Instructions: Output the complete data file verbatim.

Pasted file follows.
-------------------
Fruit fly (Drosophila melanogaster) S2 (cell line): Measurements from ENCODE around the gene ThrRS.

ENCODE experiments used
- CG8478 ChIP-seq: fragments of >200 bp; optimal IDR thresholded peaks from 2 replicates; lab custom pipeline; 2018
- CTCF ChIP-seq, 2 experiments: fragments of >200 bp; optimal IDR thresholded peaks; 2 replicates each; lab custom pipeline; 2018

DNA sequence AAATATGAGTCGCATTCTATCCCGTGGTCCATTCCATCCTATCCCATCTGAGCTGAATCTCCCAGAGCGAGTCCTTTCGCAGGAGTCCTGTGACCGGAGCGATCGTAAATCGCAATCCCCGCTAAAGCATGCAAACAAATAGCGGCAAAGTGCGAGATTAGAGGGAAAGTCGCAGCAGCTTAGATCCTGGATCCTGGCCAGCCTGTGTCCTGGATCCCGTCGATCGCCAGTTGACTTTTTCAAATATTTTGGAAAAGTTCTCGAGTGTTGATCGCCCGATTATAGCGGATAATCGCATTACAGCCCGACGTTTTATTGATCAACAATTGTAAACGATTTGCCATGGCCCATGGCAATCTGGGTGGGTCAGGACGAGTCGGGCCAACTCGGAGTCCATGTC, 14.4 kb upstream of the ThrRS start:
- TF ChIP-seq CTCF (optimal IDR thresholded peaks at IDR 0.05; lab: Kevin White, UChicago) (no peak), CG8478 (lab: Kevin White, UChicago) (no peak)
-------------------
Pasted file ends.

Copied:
Fruit fly (Drosophila melanogaster) S2 (cell line): Measurements from ENCODE around the gene ThrRS.

ENCODE experiments used
- CG8478 ChIP-seq: fragments of >200 bp; optimal IDR thresholded peaks from 2 replicates; lab custom pipeline; 2018
- CTCF ChIP-seq, 2 experiments: fragments of >200 bp; optimal IDR thresholded peaks; 2 replicates each; lab custom pipeline; 2018

DNA sequence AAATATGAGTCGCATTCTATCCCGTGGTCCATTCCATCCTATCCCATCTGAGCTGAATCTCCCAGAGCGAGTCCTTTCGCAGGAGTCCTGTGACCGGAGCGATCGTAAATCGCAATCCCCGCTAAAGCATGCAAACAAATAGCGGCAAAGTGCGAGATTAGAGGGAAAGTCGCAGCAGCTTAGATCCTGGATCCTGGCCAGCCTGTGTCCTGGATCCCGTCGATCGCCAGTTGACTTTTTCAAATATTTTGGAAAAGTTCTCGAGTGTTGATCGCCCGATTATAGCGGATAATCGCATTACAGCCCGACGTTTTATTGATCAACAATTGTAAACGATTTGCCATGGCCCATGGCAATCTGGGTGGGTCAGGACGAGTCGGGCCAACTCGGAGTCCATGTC, 14.4 kb upstream of the ThrRS start:
- TF ChIP-seq CTCF (optimal IDR thresholded peaks at IDR 0.05; lab: Kevin White, UChicago) (no peak), CG8478 (lab: Kevin White, UChicago) (no peak)